An innovative way to expand college access
by Rep. Jared Polis
Nearly six years ago, in May 2009, the Colorado state Legislature passed a bill that created rules for concurrent enrollment programs, which allow high school students to take courses for college credit. Last year, 94 percent of school districts in our state participated in this program, with roughly 20,000 Colorado high schoolers taking advantage of the opportunity to work towards a college degree, for free, while in high school.
For many of these students, it means getting a head start on their college education, and saving thousands of dollars by knocking off course hours or an entire semester. For others, especially low-income or first-generation students, it means getting a first taste of what college is like and realizing it’s within their reach — students who participate in dual enrollment are 23 percent more likely to enroll in college.
No matter the motivations of each student, the concurrent — or dual — enrollment program in Colorado has been a model for the country. And it’s not just the big school districts like those in Fort Collins, Boulder or Denver that are taking advantage of the program (though those achievements have been noteworthy; at Colorado Early Colleges Fort Collins, for example, 73 percent of the 135-member senior class will graduate this year with an Associate Degree).
Some of the best examples come from smaller districts in the mountains and our state’s rural areas.
Summit High School, for example, has used its proximity to Colorado Mountain College (CMC) to establish a strong dual enrollment program. They currently offer nine CMC courses with a goal of offering more than 20 next year. More than 100 of Summit’s juniors and seniors take at least one CMC course, most of which are taught by Summit High instructors who have been credentialed by CMC. Think biology, calculus, psychology, English composition and even wilderness response. Many of these students go onto CMC full-time after they graduate from Summit High while others use their credit hours toward completion of their bachelor’s degree at another university.
This program is a win for everyone — students who get a sense of what a college-level course is like and real, transferable credit; parents who can save on their student’s tuition bill; and our education system, which benefits from increased engagement and retention of its students. According to the annual report on concurrent enrollment released by the state last year, students who participated in dual enrollment programs in high school had higher first-year credit hour accumulation, grade point averages, and retention rates in college.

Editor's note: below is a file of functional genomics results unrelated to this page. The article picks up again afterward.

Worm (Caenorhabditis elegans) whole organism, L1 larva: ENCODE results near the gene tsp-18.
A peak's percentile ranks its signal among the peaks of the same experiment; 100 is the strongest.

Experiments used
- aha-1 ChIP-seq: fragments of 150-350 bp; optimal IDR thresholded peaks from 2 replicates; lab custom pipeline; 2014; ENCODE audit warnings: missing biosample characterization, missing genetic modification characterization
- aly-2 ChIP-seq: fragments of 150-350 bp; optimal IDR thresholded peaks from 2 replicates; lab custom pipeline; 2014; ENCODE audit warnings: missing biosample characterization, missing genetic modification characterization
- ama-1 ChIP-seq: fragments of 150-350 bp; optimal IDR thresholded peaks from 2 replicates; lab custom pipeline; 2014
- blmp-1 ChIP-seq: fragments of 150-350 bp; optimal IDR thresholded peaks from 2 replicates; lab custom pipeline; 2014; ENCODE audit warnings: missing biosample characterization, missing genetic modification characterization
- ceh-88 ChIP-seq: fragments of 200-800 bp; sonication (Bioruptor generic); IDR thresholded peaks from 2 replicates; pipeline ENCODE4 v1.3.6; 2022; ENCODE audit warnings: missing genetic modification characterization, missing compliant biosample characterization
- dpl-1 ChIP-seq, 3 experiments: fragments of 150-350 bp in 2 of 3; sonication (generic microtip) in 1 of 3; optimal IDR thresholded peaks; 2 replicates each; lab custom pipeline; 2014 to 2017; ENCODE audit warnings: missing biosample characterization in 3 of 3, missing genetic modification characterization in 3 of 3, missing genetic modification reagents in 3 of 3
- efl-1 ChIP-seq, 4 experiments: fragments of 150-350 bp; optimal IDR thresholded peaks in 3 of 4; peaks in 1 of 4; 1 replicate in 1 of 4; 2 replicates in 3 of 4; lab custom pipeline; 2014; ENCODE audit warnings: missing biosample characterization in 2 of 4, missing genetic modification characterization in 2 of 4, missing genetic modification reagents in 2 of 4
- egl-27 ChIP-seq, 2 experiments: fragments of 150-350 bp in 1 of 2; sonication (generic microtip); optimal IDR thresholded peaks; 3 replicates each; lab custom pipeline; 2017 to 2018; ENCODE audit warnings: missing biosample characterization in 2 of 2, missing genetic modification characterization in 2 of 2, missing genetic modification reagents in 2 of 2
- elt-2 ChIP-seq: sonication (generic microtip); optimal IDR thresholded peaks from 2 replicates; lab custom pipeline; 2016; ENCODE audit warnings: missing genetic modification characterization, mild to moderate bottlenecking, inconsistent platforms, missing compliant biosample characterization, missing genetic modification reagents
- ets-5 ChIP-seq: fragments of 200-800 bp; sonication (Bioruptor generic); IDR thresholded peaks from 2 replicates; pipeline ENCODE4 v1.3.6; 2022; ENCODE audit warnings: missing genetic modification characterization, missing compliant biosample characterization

Unfortunately, Colorado isn’t the norm nationally. Few states take advantage of the many opportunities afforded by dual enrollment.
We’re trying to fix that at the federal level. Soon I will be partnering with Sen. Gary Peters (D-Mich.) and Senator Bill Cassidy (R-LA) to introduce the Making Education Accessible and Affordable Act.
Our bill would incentivize colleges and universities across the country to partner with local schools on dual enrollment. Under our bill, which would not increase the federal deficit, higher education institutions would be allowed to use federal dollars that are already allocated to create and expand dual enrollment programs.
Improving the pathway for students between high school and higher education opportunities is a critical component of increasing the number of postsecondary degrees and reducing dropout rates.
It’s a realistic, nonpartisan way to improve access to college while decreasing the cost, and it’s a strategy with a proven record of success here in Colorado.
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